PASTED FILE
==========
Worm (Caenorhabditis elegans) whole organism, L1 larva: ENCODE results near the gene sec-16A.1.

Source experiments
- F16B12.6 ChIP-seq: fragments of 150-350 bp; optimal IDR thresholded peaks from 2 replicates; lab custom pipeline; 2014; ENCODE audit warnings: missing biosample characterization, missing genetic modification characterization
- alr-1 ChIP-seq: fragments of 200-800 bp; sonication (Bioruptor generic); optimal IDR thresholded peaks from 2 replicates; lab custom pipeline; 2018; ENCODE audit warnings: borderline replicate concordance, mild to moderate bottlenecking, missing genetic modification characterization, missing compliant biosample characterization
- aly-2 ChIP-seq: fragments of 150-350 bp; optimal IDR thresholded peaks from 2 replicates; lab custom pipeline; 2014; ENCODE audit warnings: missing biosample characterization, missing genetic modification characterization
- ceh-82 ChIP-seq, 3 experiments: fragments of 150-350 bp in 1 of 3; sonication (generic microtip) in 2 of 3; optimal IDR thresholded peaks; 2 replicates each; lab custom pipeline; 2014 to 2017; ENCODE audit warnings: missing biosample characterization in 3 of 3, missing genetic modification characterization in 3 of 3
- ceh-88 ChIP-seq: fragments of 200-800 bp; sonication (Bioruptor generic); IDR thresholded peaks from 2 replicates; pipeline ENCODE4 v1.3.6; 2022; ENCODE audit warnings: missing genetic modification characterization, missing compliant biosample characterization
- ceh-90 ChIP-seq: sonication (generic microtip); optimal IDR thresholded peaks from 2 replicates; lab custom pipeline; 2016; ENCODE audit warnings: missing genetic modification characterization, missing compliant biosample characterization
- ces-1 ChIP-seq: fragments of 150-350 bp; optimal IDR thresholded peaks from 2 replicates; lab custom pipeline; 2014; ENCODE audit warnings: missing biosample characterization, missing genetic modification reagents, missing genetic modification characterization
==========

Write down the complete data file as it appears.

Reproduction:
Worm (Caenorhabditis elegans) whole organism, L1 larva: ENCODE results near the gene sec-16A.1.

Source experiments
- F16B12.6 ChIP-seq: fragments of 150-350 bp; optimal IDR thresholded peaks from 2 replicates; lab custom pipeline; 2014; ENCODE audit warnings: missing biosample characterization, missing genetic modification characterization
- alr-1 ChIP-seq: fragments of 200-800 bp; sonication (Bioruptor generic); optimal IDR thresholded peaks from 2 replicates; lab custom pipeline; 2018; ENCODE audit warnings: borderline replicate concordance, mild to moderate bottlenecking, missing genetic modification characterization, missing compliant biosample characterization
- aly-2 ChIP-seq: fragments of 150-350 bp; optimal IDR thresholded peaks from 2 replicates; lab custom pipeline; 2014; ENCODE audit warnings: missing biosample characterization, missing genetic modification characterization
- ceh-82 ChIP-seq, 3 experiments: fragments of 150-350 bp in 1 of 3; sonication (generic microtip) in 2 of 3; optimal IDR thresholded peaks; 2 replicates each; lab custom pipeline; 2014 to 2017; ENCODE audit warnings: missing biosample characterization in 3 of 3, missing genetic modification characterization in 3 of 3
- ceh-88 ChIP-seq: fragments of 200-800 bp; sonication (Bioruptor generic); IDR thresholded peaks from 2 replicates; pipeline ENCODE4 v1.3.6; 2022; ENCODE audit warnings: missing genetic modification characterization, missing compliant biosample characterization
- ceh-90 ChIP-seq: sonication (generic microtip); optimal IDR thresholded peaks from 2 replicates; lab custom pipeline; 2016; ENCODE audit warnings: missing genetic modification characterization, missing compliant biosample characterization
- ces-1 ChIP-seq: fragments of 150-350 bp; optimal IDR thresholded peaks from 2 replicates; lab custom pipeline; 2014; ENCODE audit warnings: missing biosample characterization, missing genetic modification reagents, missing genetic modification characterization